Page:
According to the researchers, an unnamed surveillance company—active from at least 2015 and known for targeting users from multiple countries over the SS7 network—has been exploiting the SimJacker vulnerability to gather intelligence on its targets.
It all started when researchers detected unusual and suspicious SMS events in the last quarter of 2018, and when actively monitored, they recorded nearly 25,000 Simjacker messages attempted to be sent to 1500 unique mobile devices in a period of 30 days.
The primary targets were Mexican mobile users, while a small number of attacks were also observed against mobile phone subscribers from Colombia and Peru, with an aim to obtain both location Information and unique IMEI identifiers.
“We believe that prior to the discovery, they would have successfully tracked the location of many thousands of mobile subscribers over months and probably years,” the researchers said.
“We also observed the attacker experiment over time with new potential forms of attack using the vulnerability. The number, scale, and sophistication of modifications of the attack are significantly beyond what we have witnessed from any attacker over mobile networks.”
Researchers observed over 860 Simjacker attack sub-variants in the actual SMS Packet that were sent from at least 70 attacker-controlled mobile numbers.
Besides this, researchers also observed that the attackers were attempting to use dedicated SS7 attacks against some users in case SimJacker attacks failed.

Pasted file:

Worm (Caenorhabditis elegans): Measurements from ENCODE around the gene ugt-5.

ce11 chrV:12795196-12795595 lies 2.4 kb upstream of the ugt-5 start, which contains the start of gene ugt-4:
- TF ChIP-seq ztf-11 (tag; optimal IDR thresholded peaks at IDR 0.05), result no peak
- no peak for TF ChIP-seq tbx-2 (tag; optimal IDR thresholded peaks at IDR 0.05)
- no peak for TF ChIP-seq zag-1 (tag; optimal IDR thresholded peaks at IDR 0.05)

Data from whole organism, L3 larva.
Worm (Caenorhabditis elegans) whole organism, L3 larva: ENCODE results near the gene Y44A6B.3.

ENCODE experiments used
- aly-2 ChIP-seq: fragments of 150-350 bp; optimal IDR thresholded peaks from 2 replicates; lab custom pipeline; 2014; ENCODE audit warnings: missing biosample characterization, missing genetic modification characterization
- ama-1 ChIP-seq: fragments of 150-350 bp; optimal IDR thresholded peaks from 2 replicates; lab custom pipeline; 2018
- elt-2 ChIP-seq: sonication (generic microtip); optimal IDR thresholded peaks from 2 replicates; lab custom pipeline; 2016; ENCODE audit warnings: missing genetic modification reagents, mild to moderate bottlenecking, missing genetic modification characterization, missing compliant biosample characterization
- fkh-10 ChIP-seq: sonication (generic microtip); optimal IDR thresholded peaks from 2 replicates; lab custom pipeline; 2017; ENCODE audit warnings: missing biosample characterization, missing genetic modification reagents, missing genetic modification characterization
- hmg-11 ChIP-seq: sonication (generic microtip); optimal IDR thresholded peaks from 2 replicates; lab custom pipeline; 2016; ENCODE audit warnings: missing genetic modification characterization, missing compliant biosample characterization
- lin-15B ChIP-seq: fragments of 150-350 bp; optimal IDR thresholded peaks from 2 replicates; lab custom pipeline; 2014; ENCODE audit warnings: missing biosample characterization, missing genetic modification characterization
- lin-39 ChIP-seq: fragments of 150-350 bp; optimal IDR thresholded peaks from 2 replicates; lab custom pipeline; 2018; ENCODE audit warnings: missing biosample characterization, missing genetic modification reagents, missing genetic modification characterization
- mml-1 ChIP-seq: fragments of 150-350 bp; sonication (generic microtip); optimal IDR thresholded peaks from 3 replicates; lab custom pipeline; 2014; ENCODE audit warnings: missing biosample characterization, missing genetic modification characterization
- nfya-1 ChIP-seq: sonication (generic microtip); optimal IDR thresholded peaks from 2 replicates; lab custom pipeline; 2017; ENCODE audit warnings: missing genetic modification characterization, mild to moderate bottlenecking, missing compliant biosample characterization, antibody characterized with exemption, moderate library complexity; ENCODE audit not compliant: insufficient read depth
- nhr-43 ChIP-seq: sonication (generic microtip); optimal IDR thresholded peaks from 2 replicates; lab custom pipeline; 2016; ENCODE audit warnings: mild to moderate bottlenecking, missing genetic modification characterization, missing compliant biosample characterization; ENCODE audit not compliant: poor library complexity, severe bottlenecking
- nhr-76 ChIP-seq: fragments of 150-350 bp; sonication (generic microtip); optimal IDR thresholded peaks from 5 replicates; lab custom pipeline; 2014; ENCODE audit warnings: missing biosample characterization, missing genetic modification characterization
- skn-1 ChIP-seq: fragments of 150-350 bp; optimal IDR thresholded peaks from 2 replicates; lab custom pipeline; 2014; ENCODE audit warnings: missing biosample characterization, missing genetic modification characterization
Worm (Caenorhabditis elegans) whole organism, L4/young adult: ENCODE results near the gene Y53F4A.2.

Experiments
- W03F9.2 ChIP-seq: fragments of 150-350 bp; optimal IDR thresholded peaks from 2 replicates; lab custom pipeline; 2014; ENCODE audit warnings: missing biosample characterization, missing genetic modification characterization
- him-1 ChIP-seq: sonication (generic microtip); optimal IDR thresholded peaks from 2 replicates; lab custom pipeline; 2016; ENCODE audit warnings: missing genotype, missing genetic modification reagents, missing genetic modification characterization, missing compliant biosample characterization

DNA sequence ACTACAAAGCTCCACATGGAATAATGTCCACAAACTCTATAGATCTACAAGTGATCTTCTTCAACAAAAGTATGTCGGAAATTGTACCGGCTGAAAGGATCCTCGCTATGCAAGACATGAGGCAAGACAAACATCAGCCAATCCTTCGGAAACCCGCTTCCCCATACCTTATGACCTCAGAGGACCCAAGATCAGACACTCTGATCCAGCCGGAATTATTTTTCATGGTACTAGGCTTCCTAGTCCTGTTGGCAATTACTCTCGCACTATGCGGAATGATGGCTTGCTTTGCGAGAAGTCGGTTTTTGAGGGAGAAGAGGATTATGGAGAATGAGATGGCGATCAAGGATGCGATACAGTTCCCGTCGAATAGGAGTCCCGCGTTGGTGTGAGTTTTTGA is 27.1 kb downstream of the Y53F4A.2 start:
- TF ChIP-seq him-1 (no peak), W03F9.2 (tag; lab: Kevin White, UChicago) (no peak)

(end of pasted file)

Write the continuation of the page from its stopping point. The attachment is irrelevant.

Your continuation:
3. How to Prevent Yourself from SimJacker Attacks
Unfortunately, there is no simple way for mobile subscribers to know whether a vulnerable SIM browser toolkit is deployed on their SIM card or not.
Though there are apps available, like SnoopSnitch, that you can download from Google Play Store to detect attacks based on suspicious binary SMS, it requires your Android device to be rooted and even knowing that won’t help you much.
That’s because, as a potential victim, there’s very little you can do to protect yourself, except wait for your mobile operator to implement security measures or simply migrate your phone number to a different safe network, if available, which will provide you with a new SIM card.
Meanwhile, GSM Association (GSMA), a trade body that represents the interests of mobile operators worldwide, has provided some of the best ways to prevent and block these attacks to protect billions of mobile phone users worldwide.
In addition, the SIMalliance has also made some updates to its S@T browser specifications to improve the security of the SIM toolkits, and provided recommendations for SIM card manufacturers to implement security for S@T push messages.